Ohio State startup recognized at event highlighting federally funded research
A biotechnology company with roots at The Ohio State University was one of 20 startups showcased on Capitol Hill at a reception Wednesday highlighting the impact of federally funded university research.
Entrada Therapeutics, a biotechnology company developing new ways of treating devastating diseases by delivering drugs into target cells, was among companies presenting at the University Innovation and Entrepreneurship Showcase.
The Association of Public and Land-grant Universities and the Association of American Universities host the showcase for members of Congress, their staff and national economic development policy leaders.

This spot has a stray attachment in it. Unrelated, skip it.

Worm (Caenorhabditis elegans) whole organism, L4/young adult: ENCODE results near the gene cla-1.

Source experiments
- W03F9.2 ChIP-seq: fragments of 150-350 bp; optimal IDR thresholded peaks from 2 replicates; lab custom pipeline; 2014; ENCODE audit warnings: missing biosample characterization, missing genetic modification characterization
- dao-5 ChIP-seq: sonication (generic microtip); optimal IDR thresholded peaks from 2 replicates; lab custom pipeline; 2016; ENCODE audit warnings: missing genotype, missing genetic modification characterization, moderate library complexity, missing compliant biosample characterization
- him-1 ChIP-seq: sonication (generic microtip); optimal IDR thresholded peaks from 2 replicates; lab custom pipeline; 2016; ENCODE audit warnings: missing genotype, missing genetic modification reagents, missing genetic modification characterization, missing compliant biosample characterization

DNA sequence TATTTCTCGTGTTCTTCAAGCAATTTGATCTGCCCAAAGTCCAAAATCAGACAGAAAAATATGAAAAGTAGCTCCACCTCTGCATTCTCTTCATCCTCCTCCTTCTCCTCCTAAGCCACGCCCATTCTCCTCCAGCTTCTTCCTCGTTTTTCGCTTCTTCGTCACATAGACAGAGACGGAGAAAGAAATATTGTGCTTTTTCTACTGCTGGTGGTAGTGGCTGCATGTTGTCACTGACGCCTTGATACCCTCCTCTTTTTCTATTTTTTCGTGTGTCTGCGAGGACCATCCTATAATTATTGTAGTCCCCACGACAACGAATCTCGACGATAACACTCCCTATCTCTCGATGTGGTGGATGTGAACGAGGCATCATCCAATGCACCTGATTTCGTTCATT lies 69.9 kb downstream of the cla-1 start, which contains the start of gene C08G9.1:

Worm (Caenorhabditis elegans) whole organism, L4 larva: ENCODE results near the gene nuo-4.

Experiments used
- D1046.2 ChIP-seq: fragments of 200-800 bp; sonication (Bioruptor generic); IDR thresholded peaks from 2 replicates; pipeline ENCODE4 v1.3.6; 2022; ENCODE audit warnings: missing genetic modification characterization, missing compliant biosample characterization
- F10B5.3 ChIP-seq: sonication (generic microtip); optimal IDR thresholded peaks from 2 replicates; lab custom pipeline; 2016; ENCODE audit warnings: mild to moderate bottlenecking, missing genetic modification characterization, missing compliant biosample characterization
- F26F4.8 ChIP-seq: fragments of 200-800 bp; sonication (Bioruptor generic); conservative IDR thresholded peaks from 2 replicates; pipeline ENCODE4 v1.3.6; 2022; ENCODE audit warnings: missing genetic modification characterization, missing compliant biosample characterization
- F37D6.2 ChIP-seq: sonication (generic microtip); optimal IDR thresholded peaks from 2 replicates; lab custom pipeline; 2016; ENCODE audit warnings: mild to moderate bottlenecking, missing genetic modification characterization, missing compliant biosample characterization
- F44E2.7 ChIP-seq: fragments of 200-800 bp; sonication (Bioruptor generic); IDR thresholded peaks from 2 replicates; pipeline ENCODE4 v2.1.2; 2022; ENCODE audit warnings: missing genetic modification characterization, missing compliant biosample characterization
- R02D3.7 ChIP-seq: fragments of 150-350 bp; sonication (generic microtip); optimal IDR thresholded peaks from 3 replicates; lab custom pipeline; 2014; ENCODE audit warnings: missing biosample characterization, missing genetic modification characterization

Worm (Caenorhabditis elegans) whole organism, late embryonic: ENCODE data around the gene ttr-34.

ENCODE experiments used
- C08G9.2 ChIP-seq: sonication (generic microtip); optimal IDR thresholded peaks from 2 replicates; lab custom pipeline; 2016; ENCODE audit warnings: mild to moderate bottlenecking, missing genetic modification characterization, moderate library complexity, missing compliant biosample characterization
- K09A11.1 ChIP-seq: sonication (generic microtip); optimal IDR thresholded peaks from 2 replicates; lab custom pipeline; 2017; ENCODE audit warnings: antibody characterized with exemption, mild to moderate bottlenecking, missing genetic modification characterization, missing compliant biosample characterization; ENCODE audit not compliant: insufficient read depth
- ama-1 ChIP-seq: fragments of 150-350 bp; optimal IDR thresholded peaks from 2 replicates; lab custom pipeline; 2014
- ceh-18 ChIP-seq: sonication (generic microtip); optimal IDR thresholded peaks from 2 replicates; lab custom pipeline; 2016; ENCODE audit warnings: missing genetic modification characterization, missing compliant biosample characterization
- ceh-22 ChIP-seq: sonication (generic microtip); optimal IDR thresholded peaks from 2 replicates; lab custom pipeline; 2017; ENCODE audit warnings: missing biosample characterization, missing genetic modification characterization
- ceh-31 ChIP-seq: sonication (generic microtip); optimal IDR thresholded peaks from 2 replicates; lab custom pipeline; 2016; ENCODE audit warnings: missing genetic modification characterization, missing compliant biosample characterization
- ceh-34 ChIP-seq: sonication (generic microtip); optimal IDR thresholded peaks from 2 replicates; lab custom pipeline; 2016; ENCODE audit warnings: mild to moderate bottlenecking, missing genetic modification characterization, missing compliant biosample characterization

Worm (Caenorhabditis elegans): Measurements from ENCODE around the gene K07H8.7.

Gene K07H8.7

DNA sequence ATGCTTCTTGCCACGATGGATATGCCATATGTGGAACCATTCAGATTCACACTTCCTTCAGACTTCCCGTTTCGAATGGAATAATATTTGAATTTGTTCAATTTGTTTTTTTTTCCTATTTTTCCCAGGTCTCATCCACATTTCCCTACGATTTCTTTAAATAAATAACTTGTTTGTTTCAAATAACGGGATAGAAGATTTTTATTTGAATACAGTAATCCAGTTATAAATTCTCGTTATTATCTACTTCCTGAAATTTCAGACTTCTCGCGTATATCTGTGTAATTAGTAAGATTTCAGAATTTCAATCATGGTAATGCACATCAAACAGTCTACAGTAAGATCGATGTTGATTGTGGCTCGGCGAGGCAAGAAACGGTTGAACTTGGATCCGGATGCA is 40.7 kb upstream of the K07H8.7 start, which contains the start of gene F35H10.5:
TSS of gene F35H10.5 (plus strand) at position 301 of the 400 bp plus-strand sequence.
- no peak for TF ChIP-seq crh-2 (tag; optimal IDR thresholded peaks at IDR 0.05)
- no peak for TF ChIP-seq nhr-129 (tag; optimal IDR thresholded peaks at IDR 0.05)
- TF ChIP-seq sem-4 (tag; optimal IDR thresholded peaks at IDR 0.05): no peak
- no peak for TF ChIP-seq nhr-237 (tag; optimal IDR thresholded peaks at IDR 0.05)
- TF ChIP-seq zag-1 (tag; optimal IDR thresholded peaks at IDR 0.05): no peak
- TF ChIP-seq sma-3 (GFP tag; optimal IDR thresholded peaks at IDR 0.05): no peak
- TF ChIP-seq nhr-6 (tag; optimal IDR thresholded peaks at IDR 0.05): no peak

Entrada Therapeutics presented alongside startups launched at Cornell University, Purdue University and University of California, Irvine, among others. The company was co-founded by Dehua Pei, Charles H. Kimberly Professor in Chemistry and Biochemistry at Ohio State. Last year, Entrada raised $59 million from investors, a new record for Ohio State startups as the largest amount raised in the initial round of financing.
Pei and his research team at Ohio State have developed an approach to treating so-called “undruggable” diseases. Approximately 80 percent of all drug targets are out of the reach of current drug development approaches and are termed “undruggable” by the drug discovery community.
The first application of Entrada’s platform is focused on treating a rare and fatal mitochondrial disease with no approved treatment. The company also plans to broaden its work on rare diseases involving single genes by identifying and advancing additional intracellular enzyme replacement therapies.
The highlighted startups were chosen by a selection committee composed of innovation experts who considered the level of student engagement in the startup, the strength of the startup technology and its connection to research.